Becoming a Medical Pathologist: Job Description & Salary Info

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A medical pathologist's annual median salary is around $251,000, but is it worth the education requirements and debt? Get the truth about the job duties and career outlook to decide if it is the right career for you.
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Pros and Cons of Becoming a Medical Pathologist

A medical pathologist is a medical doctor who examines body tissue and fluid to determine diseases. Consider the pros and cons of being a medical pathologist to help you decide if this is the right career for you.

Pros of a Medical Pathologist Career
Higher than average salary (median $251,000)
High job-growth field (14% expected growth between 2014-2024 for all surgeons and physicians)*
Several specialization options***
Job opportunities in a wide variety of settings***

Cons of a Medical Pathologist Career
Medical school is costly (78% of students graduate in debt)
Requires a 3-4-year residency beyond medical school***
Entrance to medical school is very competitive*
Associated risks of working with viruses, bacteria and human bodily fluids***
May work long hours*

Sources: *U.S. Bureau of Labor Statistics (BLS), **, ***American Society for Investigative Pathology

Important Career Information

Job Description and Duties

The job of a medical pathologist is to identify and analyze diseases and make suggestions for treatment options. Pathologists often have a supervisory role in the laboratories where they work. Most pathologists work in a hospital setting as part of a medical team to help diagnose and treat diseases. Some, however, work in a forensic role performing autopsies to determine cause of death.

According to the Occupational Information Network (O*NET), a program administered by the U.S. Department of Labor/Employment and Training Administration, some of the specific job duties of a medical pathologist can include analyzing test results and autopsy reports, examining microscopic samples, writing reports and reviewing cases. Pathologists must also keep up on current literature and research by reading, conferring with colleagues and attending conferences.


According to the website,, medical pathologists enjoyed a median annual salary of about $251,000 as of January 2016. Do keep in mind, however, that attending medical school is a financial investment, and many students acquire significant debt to pay for their education. According to the Association of American Medical Colleges (AAMC), about 78% of medical students take on debt to pay tuition with the median amount of debt at $180,000 as of 2015.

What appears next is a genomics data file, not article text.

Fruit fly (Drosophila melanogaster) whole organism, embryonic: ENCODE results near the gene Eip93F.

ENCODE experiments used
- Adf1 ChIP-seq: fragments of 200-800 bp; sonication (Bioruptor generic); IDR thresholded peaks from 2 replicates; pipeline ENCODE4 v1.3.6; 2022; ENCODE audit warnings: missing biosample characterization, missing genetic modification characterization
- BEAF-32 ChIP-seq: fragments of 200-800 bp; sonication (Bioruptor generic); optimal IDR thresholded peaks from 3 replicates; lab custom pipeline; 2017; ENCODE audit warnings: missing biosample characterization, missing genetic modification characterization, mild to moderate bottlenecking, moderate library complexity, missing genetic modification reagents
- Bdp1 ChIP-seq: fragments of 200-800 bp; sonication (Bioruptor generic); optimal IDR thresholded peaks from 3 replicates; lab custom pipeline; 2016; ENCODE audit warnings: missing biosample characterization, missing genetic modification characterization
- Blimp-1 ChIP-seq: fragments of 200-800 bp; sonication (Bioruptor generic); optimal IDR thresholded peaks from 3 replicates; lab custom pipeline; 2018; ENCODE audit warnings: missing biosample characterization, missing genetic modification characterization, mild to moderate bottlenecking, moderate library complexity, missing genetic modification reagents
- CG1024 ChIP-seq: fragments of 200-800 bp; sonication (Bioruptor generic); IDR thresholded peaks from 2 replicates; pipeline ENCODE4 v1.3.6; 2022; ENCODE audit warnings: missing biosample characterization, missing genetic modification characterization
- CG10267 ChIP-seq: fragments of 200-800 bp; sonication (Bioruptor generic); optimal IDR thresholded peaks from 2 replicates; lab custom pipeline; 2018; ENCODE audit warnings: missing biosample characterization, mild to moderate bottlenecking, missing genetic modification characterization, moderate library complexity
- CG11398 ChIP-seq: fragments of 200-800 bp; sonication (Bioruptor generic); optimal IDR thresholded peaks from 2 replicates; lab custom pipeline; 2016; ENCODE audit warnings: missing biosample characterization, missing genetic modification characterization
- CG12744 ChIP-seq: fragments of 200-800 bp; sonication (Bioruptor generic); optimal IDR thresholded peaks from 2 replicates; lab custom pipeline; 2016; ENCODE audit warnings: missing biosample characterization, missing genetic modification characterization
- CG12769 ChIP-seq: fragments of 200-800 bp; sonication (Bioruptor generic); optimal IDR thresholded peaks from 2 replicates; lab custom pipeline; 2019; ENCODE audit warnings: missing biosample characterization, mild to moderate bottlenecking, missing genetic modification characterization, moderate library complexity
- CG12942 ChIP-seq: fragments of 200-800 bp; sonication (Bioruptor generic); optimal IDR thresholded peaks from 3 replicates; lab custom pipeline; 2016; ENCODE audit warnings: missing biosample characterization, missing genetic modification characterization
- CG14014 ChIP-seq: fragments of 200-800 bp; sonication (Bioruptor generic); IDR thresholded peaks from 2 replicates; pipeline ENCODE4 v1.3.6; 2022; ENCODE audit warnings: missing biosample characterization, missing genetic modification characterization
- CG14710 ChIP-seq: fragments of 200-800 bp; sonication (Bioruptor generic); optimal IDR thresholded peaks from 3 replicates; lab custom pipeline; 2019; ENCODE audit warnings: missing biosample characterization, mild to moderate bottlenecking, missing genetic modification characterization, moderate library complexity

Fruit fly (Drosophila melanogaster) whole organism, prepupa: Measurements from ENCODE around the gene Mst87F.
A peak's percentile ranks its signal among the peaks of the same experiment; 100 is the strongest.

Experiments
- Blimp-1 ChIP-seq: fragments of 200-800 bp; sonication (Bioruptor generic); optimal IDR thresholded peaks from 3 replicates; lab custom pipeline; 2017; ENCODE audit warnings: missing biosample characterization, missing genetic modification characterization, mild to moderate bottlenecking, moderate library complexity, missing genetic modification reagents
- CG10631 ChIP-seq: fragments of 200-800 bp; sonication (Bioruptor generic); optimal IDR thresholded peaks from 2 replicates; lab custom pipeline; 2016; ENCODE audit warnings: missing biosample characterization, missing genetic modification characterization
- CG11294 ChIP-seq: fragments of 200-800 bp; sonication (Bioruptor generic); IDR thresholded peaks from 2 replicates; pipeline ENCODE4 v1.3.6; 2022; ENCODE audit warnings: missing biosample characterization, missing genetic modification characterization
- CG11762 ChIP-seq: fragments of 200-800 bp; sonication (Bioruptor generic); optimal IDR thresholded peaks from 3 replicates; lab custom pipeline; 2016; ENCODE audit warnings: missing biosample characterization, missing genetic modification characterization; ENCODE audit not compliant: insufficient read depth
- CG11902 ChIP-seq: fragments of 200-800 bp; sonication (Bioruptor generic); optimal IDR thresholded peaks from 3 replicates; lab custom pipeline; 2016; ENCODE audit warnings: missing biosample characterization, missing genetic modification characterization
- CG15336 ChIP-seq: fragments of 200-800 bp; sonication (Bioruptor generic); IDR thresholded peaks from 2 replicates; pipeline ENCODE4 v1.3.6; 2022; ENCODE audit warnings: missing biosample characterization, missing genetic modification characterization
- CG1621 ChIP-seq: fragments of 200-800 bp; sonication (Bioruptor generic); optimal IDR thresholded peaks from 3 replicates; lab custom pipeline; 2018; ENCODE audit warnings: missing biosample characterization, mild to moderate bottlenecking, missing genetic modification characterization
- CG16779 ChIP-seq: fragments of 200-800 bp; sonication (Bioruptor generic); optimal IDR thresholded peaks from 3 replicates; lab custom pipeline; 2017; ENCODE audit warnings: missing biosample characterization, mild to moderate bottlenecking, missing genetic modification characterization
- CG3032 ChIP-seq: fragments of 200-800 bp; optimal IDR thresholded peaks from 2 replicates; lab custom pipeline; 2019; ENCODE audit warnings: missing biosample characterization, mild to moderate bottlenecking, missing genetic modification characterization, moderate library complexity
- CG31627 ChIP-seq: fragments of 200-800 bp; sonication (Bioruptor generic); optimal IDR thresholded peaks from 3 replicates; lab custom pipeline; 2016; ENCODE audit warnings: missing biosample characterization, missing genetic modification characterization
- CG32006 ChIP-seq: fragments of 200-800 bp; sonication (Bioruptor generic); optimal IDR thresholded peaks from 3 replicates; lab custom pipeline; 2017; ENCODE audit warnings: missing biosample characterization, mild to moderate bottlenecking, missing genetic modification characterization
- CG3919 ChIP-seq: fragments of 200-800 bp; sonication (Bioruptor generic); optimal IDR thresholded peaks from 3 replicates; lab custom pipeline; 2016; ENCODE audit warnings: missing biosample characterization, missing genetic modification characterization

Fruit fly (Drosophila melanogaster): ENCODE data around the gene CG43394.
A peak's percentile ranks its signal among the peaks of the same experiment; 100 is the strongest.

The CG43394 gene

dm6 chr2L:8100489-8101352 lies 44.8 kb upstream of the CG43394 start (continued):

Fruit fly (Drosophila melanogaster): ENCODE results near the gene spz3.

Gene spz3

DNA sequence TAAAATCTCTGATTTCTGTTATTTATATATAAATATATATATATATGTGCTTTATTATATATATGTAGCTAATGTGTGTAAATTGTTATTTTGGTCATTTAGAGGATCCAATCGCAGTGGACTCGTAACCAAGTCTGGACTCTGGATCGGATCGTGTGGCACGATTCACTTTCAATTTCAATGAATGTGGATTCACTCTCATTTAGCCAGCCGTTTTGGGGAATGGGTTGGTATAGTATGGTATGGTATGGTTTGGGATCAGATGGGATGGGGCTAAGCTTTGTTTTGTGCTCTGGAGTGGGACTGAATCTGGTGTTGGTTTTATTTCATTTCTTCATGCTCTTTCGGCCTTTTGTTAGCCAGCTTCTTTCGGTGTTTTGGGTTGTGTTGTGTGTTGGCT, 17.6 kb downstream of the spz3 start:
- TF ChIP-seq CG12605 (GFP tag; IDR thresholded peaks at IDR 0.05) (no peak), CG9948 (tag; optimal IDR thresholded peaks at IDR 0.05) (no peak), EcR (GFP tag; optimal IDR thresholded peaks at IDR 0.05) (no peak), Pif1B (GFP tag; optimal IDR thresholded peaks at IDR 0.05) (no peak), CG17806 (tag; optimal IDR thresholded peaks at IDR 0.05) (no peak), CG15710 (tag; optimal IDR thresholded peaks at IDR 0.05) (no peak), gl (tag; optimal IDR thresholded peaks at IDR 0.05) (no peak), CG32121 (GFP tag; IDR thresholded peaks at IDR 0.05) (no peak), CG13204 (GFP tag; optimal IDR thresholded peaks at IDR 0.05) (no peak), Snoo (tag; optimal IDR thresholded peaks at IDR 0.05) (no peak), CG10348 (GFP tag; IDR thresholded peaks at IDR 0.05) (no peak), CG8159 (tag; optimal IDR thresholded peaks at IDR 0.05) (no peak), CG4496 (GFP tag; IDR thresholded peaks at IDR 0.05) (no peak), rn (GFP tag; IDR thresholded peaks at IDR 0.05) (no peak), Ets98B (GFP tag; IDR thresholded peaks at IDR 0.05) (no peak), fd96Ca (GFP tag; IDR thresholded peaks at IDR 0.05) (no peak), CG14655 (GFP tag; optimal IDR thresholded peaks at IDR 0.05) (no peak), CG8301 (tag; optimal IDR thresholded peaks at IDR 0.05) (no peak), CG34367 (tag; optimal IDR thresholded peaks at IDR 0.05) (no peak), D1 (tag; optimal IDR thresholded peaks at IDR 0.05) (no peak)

Career Paths and Specializations

Medical pathologists can concentrate in a variety of fields. For example, you can specialize in forensic pathology, pediatric pathology or a clinical pathology area such as hematology. Once you select a specialization, you can pursue a voluntary board certification in the discipline.

Pathologists can work in a number of settings. Though most work in hospitals, some choose to work in an educational institution or for pharmaceutical or biotechnology companies. Others manage hospital blood banks or find positions with government agencies at the federal, state or local level. For example, pathologists may find job opportunities with the Centers for Disease Control and Prevention (CDC) Infectious Diseases Pathology Branch.

What are the Requirements?

In order to work as a pathologist, you must have a successful undergraduate career, score well on your Medical College Admission Test (MCAT) and secure a place at a medical school to earn your medical degree. Competition into medical school is fierce. Johns Hopkins University reports that acceptance rates into medical schools have been decreasing, with only 45.6% of all applicants being accepted into programs as of 2008.